EOFY: Make The Most Of Your Credit Card At Tax Time
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EOFY: Make The Most Of Your Credit Card At Tax Time

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With EOFY almost upon us, it’s time to start thinking about gathering together everything we need to lodge our tax returns. So, where to start? The info you will need to provide will obviously depend on your circumstances, and whether you are lodging a return as a business or an individual. Either way though, you will need to think about the expenses you wish to claim.

Being the entirely organised person you are, you have kept a record of all the expenses you will need to claim at the end of this tax year. Right? Perhaps not. This year has been somewhat disorientating after all. And with all the changes that have happened over the past few months to the way we work, it’s likely our expense claims will look a lot different this tax year compared to last tax year.

In this post, we’re going to break down what you can and can’t claim, and how you can use your credit card statements – among other tools – to track your expenses. From there, we’ll go into the pros and cons of using a credit card to pay your taxes, to then look at the potential for paying down your credit card balance using your tax return.

Understanding What You Can Claim

So, what expenses can you claim? This will depend entirely on your situation. However, if you are claiming as a business, the ATO provides the following as a guideline.

Business Expense Claims

Let’s start with general operating expenses, in other words, the expenses you incur in the everyday running of your business. You can claim most of these expenses in the same income year you incur them, however, the ATO recommends you keep accurate and complete records of these expenses as they occur. In addition, you can only claim the business portion of these expenses if they relate to both business and private use.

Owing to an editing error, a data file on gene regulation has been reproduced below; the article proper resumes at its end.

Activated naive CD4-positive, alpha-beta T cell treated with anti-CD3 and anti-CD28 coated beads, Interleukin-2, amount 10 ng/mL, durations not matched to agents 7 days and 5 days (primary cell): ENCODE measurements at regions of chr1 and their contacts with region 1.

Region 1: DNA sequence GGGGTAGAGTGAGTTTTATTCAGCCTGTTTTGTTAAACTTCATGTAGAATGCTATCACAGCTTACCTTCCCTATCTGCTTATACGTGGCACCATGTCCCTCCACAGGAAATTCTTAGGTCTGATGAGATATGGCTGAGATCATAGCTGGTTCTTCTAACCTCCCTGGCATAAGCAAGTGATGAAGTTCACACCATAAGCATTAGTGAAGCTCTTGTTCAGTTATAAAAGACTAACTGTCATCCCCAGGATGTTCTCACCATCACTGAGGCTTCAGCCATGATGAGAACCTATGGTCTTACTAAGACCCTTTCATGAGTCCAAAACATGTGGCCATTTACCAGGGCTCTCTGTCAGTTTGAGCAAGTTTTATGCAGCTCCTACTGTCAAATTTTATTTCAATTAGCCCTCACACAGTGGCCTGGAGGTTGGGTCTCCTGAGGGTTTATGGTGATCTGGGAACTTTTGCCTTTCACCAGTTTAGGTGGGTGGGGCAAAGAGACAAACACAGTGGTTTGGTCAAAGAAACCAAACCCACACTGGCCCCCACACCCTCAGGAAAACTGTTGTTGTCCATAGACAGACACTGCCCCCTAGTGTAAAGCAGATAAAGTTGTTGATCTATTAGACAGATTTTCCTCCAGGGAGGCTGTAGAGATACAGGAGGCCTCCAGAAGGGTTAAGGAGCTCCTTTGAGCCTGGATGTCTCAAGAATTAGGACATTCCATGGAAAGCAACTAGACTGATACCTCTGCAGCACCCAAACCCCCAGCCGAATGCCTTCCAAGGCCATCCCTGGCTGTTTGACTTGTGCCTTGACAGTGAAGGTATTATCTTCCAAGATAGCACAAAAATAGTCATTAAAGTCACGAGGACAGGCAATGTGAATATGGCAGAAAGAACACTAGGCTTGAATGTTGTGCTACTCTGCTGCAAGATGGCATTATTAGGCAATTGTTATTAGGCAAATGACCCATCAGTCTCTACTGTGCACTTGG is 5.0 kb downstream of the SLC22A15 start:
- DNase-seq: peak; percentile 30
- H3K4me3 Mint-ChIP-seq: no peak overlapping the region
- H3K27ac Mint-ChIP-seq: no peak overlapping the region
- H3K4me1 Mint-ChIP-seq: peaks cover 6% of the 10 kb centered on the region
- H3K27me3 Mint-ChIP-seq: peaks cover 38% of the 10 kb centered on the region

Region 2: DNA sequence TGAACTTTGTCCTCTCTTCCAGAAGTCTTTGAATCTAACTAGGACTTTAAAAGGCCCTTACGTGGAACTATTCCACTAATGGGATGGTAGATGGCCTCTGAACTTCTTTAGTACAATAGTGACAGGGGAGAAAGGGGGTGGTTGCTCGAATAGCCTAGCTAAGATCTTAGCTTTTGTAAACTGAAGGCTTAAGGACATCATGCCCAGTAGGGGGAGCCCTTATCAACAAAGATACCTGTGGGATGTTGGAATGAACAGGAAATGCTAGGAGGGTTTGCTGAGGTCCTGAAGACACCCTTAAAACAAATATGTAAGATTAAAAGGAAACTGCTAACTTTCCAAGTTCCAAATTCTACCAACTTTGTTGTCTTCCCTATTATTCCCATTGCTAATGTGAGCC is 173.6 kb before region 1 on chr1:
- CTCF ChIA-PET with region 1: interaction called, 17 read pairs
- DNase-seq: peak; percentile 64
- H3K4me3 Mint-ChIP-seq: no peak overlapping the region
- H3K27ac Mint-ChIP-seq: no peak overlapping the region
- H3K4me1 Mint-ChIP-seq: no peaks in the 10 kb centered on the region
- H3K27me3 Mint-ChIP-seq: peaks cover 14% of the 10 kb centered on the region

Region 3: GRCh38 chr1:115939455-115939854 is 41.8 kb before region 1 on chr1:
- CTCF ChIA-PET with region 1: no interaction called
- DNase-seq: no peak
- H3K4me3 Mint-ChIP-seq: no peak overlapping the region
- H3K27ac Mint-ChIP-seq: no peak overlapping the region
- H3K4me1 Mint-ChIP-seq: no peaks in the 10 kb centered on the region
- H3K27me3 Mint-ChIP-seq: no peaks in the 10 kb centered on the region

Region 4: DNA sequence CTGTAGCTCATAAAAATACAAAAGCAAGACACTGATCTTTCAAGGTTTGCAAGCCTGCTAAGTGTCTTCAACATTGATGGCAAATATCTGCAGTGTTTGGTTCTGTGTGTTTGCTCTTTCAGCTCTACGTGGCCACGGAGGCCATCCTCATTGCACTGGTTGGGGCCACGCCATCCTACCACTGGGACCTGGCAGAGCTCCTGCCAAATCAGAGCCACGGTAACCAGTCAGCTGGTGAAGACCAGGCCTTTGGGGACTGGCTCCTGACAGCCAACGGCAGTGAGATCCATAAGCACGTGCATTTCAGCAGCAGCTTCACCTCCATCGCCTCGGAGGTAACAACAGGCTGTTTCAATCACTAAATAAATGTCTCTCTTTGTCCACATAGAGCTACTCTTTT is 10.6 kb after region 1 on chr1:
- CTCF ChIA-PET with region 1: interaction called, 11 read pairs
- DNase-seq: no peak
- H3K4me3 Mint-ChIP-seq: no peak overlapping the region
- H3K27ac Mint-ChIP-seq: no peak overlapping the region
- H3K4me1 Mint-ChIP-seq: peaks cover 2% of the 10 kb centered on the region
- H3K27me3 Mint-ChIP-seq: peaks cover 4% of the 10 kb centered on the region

Common examples of general operating expenses in business include:

  • purchases of trading stock, including delivery charges
  • advertising and sponsorship
  • public relations
  • legal expenses, such as those incurred defending future earnings, borrowing money, discharging a mortgage or obtaining tax advice
  • tender costs, even if the tender is unsuccessful
  • bad debts
  • bank fees and charges
  • insurance premiums, including accident or disability, fire, burglary, professional indemnity, public risk, motor vehicle, loss of profits insurance, or workers compensation
  • interest on money borrowed for:
    • producing assessable income or purchasing income-producing assets
    • income tax obligations, employer super contributions, or late payment or lodgement of tax
  • luxury car leases
  • stationery
  • small-value mobile phone and tablet accessories
  • costs for running a commercial website, such as site maintenance and content updates
  • internet service provider fees
  • subscription fees for off-the-shelf software
  • transport and freight
  • waste removal and recycling
  • parking fees (but not parking fines)
  • small-value items costing $100 or less

The ATO also outlines other expenses you can claim as a business, which are similar to those claimed by employees. These include:

  • union dues and subscription fees to trade, business or professional associations
  • clothing expenses (corporate wardrobes or uniforms and occupation-specific and protective clothing)
  • expenses relating to education and technical or professional qualification
  • subscription costs for business or professional journals, information services, newspapers and magazines
  • costs for sunglasses, sunhats and sunscreen when your business activities require outdoor work
  • other items that protect you or your employees from a health or injury risk in your work environment
  • gifts and donations to organisations that have a deductible gift recipient status

You may also claim certain operating expenses associated with employing people, such as:

  • salary and wages
  • fringe benefits, including the cost of any fringe benefit provided and the associated fringe benefits tax
  • protective clothing required for employees to carry out work activities
  • allowances and reimbursements paid to employees who use their own mobile device for work purposes
  • travel expenses for relocating employees
  • losses due to misappropriation of money by an employee or agent, for example, fraud, theft or embezzlement

In terms of claims on business premises operating expenses, these may include:

  • electricity
  • landline phone calls and line rental
  • mobile phone calls (prepaid or as part of a plan)
  • internet service fees
  • data plans
  • cloud storage
  • water
  • renting or leasing business premises
  • rates
  • land tax

What about tax-related operating expenses? These may also be claimable, and can include:

  • registered tax agent and accountant fees
  • tax-related expenses, such as
    • having a bookkeeper prepare your business records
    • preparing and lodging tax returns and activity statements